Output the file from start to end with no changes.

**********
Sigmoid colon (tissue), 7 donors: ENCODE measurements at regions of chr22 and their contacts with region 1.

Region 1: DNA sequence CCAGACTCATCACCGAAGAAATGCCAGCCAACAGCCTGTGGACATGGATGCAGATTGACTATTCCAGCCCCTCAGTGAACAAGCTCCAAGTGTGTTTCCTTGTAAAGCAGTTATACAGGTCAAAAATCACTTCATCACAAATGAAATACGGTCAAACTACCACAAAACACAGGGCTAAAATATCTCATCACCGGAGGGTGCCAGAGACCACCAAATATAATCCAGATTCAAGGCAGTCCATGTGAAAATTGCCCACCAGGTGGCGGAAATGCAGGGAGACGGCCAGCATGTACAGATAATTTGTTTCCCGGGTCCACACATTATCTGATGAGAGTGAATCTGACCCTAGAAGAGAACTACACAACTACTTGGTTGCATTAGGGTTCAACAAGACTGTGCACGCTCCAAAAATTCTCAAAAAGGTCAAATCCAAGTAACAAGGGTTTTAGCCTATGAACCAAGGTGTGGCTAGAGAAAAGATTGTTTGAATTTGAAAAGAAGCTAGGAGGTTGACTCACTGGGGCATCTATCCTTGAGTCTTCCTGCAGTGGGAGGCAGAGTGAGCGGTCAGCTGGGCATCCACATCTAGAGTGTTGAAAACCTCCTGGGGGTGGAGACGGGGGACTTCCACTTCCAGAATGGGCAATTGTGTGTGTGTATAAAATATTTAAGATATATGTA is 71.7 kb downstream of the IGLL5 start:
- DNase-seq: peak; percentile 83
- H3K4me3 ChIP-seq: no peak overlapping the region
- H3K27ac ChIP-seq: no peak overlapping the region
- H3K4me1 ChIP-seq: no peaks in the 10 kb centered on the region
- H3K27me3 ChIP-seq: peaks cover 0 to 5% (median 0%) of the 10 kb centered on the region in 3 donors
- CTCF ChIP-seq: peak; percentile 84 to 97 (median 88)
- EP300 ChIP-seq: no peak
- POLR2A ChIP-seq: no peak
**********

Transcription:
Sigmoid colon (tissue), 7 donors: ENCODE measurements at regions of chr22 and their contacts with region 1.

Region 1: DNA sequence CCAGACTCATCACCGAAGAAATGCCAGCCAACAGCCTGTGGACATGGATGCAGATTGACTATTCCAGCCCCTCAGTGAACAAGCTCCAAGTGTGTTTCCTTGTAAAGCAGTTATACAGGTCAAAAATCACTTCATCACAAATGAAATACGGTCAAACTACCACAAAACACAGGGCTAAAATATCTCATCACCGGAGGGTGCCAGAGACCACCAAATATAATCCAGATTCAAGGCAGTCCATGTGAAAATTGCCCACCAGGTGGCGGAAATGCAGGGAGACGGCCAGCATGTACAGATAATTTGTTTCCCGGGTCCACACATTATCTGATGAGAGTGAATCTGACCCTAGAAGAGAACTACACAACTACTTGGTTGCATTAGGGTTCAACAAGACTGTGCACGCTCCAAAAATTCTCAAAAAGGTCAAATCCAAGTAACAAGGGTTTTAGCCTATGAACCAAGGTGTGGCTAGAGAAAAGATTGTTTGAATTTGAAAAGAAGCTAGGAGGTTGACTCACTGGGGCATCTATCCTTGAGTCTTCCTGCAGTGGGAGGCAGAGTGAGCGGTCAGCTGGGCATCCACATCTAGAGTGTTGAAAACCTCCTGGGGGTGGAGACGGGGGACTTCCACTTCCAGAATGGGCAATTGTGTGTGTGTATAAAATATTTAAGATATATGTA is 71.7 kb downstream of the IGLL5 start:
- DNase-seq: peak; percentile 83
- H3K4me3 ChIP-seq: no peak overlapping the region
- H3K27ac ChIP-seq: no peak overlapping the region
- H3K4me1 ChIP-seq: no peaks in the 10 kb centered on the region
- H3K27me3 ChIP-seq: peaks cover 0 to 5% (median 0%) of the 10 kb centered on the region in 3 donors
- CTCF ChIP-seq: peak; percentile 84 to 97 (median 88)
- EP300 ChIP-seq: no peak
- POLR2A ChIP-seq: no peak